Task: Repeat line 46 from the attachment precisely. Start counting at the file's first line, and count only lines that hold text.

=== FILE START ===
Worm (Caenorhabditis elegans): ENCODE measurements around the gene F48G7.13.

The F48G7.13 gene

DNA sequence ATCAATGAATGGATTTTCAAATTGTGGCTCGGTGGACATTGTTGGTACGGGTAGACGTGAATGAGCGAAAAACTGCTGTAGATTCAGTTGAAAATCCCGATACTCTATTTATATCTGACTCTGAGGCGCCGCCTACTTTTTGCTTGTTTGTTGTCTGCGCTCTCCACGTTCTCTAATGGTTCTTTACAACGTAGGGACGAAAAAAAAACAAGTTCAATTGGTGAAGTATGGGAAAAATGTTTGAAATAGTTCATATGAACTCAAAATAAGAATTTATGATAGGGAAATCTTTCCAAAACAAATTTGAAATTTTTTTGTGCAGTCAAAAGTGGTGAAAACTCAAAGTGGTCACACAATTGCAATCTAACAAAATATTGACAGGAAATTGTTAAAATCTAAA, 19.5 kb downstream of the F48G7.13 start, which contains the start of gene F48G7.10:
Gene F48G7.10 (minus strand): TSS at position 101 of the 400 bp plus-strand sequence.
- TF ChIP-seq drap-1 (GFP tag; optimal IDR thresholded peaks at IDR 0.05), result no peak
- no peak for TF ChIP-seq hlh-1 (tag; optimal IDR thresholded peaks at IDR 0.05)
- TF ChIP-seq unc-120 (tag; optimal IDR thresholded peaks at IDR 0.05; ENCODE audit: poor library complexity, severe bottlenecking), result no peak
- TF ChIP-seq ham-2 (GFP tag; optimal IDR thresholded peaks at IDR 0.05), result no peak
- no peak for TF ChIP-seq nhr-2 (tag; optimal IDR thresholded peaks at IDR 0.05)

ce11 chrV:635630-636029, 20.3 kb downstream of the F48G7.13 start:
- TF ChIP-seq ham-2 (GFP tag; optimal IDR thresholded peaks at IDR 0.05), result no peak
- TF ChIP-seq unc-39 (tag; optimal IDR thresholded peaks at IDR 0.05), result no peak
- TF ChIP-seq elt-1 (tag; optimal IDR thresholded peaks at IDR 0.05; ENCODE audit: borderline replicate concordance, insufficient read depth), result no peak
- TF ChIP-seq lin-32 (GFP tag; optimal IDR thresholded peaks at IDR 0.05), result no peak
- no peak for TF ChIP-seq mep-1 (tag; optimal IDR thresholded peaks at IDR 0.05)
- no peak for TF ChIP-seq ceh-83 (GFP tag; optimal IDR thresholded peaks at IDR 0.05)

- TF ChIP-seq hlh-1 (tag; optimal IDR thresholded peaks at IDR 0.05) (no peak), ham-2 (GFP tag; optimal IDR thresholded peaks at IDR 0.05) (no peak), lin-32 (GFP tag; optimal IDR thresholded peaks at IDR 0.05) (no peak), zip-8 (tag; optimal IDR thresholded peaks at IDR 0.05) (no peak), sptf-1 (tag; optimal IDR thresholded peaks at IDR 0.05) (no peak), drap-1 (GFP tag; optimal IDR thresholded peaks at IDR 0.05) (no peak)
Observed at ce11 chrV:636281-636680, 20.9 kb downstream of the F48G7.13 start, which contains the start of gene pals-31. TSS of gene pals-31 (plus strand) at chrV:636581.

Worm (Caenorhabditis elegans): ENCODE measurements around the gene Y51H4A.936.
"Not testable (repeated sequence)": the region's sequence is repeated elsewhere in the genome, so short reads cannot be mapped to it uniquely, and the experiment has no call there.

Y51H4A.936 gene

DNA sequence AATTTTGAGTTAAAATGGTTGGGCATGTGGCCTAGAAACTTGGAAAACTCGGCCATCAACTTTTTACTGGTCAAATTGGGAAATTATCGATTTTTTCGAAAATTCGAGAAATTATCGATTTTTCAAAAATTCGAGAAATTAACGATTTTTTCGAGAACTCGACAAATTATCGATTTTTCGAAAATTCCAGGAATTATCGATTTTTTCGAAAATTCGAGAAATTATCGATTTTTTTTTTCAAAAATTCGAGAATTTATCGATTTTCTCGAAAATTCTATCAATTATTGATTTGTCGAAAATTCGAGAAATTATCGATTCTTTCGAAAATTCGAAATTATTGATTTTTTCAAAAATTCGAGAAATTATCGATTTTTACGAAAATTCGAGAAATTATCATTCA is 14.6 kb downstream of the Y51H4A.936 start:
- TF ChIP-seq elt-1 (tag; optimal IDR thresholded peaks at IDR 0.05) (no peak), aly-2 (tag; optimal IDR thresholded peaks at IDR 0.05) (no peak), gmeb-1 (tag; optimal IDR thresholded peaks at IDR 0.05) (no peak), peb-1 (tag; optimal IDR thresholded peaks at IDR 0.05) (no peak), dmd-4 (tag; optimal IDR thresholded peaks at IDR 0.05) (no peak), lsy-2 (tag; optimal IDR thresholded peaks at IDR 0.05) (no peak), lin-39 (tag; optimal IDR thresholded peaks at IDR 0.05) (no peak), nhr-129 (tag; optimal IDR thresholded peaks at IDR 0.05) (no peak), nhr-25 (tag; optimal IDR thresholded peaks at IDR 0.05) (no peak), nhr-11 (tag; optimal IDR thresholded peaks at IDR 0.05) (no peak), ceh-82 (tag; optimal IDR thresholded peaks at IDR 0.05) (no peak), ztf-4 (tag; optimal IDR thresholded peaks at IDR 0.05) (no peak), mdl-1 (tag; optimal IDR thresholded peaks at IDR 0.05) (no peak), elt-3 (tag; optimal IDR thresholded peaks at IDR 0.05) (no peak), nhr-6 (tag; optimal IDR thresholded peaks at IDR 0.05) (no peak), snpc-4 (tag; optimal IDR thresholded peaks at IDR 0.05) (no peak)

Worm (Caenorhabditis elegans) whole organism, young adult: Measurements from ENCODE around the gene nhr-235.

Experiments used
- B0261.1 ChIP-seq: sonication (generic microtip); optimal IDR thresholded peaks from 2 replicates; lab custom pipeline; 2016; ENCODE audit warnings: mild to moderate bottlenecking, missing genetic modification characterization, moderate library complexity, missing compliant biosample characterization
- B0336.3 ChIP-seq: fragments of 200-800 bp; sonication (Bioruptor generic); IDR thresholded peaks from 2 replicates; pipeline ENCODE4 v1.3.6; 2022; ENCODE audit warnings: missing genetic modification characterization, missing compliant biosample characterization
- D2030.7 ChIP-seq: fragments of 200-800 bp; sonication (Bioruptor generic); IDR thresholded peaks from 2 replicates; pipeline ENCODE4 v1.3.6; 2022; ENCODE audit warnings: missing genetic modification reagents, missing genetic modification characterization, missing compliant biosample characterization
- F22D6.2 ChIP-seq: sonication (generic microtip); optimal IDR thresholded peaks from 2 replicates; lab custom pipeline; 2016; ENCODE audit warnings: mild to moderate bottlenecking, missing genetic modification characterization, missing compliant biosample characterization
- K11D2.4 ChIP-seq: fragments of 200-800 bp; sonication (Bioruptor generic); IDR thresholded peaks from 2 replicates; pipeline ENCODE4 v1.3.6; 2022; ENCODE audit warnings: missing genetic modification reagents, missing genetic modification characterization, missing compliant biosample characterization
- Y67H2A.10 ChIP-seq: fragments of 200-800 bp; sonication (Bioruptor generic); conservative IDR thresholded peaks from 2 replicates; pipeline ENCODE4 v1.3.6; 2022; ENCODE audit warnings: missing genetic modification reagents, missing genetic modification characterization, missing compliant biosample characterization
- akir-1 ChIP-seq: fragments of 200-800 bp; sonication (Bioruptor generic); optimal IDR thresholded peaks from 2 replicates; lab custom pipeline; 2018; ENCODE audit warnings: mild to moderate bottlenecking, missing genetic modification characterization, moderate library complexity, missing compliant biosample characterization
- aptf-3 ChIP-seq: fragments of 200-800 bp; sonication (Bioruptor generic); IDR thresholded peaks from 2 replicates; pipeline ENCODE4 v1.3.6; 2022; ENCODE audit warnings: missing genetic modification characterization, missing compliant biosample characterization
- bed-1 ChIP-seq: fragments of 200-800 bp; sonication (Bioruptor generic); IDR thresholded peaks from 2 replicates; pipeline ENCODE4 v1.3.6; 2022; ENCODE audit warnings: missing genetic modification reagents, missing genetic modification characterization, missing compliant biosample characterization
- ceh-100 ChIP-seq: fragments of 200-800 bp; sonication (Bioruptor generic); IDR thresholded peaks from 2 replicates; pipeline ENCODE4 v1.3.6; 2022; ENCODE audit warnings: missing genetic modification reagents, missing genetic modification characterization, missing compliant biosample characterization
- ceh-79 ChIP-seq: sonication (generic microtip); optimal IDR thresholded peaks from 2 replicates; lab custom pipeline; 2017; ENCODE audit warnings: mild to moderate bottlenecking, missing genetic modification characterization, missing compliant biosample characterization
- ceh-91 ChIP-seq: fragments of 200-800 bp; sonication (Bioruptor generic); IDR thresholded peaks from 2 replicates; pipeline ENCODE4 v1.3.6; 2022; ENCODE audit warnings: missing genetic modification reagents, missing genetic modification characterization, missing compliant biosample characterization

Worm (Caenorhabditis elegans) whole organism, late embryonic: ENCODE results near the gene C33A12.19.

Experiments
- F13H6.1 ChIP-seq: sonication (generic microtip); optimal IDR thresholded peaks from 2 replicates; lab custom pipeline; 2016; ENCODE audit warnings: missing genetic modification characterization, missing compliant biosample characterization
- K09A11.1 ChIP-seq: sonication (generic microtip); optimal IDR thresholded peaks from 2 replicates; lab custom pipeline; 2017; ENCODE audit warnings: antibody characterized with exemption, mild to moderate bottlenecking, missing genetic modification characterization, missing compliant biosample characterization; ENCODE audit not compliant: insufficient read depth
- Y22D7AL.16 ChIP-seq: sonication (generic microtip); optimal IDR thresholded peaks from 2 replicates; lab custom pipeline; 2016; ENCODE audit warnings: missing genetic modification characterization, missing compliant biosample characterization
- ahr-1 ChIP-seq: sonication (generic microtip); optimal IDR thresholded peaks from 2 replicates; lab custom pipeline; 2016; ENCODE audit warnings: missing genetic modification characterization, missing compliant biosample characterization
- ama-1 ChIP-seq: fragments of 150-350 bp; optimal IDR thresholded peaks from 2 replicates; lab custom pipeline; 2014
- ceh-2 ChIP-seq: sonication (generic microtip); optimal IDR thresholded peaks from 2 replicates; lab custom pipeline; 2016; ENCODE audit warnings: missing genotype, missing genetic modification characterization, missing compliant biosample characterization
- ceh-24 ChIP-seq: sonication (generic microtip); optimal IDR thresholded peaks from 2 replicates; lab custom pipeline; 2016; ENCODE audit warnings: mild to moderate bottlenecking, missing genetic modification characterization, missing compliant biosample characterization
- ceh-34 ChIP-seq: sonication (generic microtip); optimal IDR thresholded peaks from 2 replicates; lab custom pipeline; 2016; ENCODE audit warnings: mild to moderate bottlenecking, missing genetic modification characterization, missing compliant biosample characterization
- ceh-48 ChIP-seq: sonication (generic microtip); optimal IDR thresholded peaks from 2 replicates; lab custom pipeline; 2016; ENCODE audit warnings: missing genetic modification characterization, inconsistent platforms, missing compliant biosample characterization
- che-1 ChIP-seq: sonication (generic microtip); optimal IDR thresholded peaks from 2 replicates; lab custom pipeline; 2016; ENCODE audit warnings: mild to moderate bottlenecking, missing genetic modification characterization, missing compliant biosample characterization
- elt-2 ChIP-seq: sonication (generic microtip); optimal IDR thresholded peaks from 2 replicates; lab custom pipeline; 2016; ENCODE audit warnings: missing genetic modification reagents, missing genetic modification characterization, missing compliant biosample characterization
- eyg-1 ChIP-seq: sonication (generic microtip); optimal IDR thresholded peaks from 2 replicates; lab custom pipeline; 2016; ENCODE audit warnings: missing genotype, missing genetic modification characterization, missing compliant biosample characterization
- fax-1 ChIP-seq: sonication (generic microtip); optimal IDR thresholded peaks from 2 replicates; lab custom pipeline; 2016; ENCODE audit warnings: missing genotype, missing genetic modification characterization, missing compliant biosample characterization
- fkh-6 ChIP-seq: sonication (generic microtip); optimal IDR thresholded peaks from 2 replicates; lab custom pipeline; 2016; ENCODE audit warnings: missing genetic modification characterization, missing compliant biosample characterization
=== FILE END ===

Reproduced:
- ceh-24 ChIP-seq: sonication (generic microtip); optimal IDR thresholded peaks from 2 replicates; lab custom pipeline; 2016; ENCODE audit warnings: mild to moderate bottlenecking, missing genetic modification characterization, missing compliant biosample characterization